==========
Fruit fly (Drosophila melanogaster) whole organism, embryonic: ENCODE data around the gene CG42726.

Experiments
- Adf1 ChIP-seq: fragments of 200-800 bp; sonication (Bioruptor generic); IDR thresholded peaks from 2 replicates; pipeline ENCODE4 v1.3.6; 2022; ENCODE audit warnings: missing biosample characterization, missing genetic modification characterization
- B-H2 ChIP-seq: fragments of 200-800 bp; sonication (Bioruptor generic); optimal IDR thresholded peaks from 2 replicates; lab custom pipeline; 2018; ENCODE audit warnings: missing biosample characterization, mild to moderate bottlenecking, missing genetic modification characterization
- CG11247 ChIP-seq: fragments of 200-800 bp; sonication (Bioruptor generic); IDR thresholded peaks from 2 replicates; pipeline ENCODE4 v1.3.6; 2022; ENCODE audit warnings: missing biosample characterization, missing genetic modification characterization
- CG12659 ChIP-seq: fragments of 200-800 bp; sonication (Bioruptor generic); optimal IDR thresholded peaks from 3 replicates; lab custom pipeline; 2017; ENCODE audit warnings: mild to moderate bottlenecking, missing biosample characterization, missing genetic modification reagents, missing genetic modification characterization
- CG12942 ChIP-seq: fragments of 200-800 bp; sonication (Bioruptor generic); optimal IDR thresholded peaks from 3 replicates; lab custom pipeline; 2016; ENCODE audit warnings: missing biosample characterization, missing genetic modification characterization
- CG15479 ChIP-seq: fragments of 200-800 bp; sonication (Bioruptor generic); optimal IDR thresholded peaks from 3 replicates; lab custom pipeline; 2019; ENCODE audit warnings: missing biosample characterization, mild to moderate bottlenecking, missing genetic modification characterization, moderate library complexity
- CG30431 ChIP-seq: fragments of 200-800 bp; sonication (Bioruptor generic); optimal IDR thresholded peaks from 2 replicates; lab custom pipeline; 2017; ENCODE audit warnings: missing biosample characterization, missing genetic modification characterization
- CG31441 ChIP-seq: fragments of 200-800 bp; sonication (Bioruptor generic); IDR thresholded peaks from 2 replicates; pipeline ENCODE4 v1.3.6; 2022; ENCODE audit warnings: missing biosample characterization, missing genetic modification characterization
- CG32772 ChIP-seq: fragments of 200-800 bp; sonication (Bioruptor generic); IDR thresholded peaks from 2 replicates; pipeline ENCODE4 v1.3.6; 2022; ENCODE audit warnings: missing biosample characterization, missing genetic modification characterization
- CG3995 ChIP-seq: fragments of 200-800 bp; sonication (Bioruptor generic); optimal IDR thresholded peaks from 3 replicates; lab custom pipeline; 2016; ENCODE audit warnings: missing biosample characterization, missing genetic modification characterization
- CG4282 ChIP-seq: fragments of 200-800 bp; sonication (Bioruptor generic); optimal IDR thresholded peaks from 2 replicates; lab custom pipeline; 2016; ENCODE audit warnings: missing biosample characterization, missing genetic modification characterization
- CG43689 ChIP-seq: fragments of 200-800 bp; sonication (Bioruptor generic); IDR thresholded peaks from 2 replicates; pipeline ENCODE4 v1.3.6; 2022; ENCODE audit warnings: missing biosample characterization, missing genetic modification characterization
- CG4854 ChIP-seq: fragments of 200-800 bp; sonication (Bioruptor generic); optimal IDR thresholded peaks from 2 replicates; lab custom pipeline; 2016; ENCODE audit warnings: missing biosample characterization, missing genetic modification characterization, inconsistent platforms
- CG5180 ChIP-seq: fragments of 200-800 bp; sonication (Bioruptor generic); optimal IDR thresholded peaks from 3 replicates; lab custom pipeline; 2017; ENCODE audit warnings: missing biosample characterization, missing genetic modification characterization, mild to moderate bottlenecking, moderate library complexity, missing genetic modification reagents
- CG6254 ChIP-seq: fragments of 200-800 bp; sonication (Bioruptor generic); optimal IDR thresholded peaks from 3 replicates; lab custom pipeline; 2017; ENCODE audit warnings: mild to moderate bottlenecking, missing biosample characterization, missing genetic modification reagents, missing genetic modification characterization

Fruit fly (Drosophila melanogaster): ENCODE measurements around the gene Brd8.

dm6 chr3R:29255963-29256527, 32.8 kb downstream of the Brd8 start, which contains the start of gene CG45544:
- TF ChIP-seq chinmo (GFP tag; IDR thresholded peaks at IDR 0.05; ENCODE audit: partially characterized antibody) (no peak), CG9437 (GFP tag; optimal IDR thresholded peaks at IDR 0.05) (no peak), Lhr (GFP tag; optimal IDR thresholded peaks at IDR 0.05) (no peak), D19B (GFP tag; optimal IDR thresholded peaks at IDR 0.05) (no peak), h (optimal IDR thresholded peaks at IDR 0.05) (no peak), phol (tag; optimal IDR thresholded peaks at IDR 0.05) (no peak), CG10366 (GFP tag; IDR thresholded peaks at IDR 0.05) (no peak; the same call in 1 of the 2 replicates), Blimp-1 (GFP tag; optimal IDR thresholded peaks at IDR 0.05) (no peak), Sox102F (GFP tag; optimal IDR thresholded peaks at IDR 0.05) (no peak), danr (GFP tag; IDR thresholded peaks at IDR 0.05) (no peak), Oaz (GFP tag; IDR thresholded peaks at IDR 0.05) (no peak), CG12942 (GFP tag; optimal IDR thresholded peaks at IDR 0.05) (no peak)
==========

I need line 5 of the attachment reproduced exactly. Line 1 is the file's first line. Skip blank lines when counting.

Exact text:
- CG11247 ChIP-seq: fragments of 200-800 bp; sonication (Bioruptor generic); IDR thresholded peaks from 2 replicates; pipeline ENCODE4 v1.3.6; 2022; ENCODE audit warnings: missing biosample characterization, missing genetic modification characterization